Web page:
35. January 29, 2016 / 11:49 AM

    I love my nifty fifty! It rocks my world. Great tips lady! I need to work on photographing more things than just food, haha!

  36. January 29, 2016 / 4:05 PM

    I am so thankful Bloglovin recommended this post to me, because it was exactly what I needed! I just got my first “big girl” camera for Christmas this year and it can be a bit overwhelming. I also just started a blog on January 1st. I had no idea how hard it would be to take pictures of objects that don’t move! I gained a new level of respect for all the bloggers I see out there (like you) with beautiful, flawless pictures. I look forward to reading more of your posts in the future…in the meantime, I’m going to get caught up on all your previous blog/photography tips! Thanks again!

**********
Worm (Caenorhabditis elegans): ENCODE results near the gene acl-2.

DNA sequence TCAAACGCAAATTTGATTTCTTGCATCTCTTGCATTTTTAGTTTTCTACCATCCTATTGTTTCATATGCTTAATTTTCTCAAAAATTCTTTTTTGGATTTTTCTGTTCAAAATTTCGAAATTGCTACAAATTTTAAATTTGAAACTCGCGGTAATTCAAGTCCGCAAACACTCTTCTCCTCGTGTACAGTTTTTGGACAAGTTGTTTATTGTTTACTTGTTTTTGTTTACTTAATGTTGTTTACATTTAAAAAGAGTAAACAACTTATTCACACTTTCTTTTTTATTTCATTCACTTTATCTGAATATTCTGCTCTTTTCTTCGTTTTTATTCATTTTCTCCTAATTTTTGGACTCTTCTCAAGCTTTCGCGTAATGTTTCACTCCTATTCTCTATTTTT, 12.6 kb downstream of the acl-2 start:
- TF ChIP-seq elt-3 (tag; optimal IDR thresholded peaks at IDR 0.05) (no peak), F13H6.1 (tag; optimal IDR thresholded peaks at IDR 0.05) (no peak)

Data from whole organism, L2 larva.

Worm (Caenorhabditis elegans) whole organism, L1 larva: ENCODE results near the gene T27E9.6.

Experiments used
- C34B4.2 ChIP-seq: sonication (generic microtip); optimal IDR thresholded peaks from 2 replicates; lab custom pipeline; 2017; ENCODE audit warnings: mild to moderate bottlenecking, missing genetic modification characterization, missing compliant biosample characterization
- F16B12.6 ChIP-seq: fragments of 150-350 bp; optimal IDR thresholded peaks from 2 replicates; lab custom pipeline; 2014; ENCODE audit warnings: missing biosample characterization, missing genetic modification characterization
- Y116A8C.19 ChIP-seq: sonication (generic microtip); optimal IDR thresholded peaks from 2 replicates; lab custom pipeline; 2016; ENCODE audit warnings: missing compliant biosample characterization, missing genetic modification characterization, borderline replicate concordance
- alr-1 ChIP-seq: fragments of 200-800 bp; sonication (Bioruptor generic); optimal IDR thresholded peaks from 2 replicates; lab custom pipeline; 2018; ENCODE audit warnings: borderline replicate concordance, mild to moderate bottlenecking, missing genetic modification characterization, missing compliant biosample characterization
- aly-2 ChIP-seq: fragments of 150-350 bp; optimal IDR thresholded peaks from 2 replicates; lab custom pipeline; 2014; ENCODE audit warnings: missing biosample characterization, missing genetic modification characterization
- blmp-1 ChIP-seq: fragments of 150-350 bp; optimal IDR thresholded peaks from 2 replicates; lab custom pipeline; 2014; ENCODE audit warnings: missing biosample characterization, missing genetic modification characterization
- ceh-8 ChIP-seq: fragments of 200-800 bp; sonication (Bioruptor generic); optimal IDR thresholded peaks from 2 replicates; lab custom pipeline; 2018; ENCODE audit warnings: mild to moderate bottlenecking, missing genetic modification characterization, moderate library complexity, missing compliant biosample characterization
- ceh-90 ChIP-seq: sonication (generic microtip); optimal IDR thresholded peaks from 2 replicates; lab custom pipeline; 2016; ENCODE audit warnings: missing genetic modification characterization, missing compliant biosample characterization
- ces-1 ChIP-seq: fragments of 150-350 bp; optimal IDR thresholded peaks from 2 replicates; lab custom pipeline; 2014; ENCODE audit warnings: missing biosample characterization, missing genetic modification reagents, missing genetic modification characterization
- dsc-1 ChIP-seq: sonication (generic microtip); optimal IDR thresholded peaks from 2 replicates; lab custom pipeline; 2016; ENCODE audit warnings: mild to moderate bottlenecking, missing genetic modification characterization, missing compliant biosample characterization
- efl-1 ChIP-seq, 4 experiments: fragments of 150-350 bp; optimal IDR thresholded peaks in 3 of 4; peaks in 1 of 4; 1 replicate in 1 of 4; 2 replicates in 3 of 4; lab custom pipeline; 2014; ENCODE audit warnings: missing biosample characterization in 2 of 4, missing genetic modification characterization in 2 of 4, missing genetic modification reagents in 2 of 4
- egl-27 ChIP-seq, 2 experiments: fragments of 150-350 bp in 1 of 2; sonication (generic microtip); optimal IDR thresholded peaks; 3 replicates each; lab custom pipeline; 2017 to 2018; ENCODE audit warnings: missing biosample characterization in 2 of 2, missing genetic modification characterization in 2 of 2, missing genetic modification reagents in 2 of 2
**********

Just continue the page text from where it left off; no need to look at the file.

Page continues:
37. Kristina @ Medicine and Manicures
    January 29, 2016 / 4:31 PM

    Great post!! I’m still trying to figure out the whole manual mode thing- my hardest thing (or Ryan’s I should say lol) is to get that super CRISP picture. They’re just not as clear as I’d like them to be…. but we’ll work on it!

    xo, Kristina
    Medicine & Manicures

  38. January 30, 2016 / 12:47 PM

    I generally tell people not even to bother buying a lens kit – just get the camera and then buy the 50mm… because most kit lenses aren’t very good and people are frustrated and disappointed with their camera, not realizing that it’s more about the glass than the camera. I’ve recently discovered the Canon refurbished lens site, and there are some REALLY good deals on there. I’m officially a believer in that now…. particularly over any kit lens. But… I’m a lens snob. The 85mm 1.8 has really great bokeh capabilities at a great price, too…. once you master the 50mm. ;)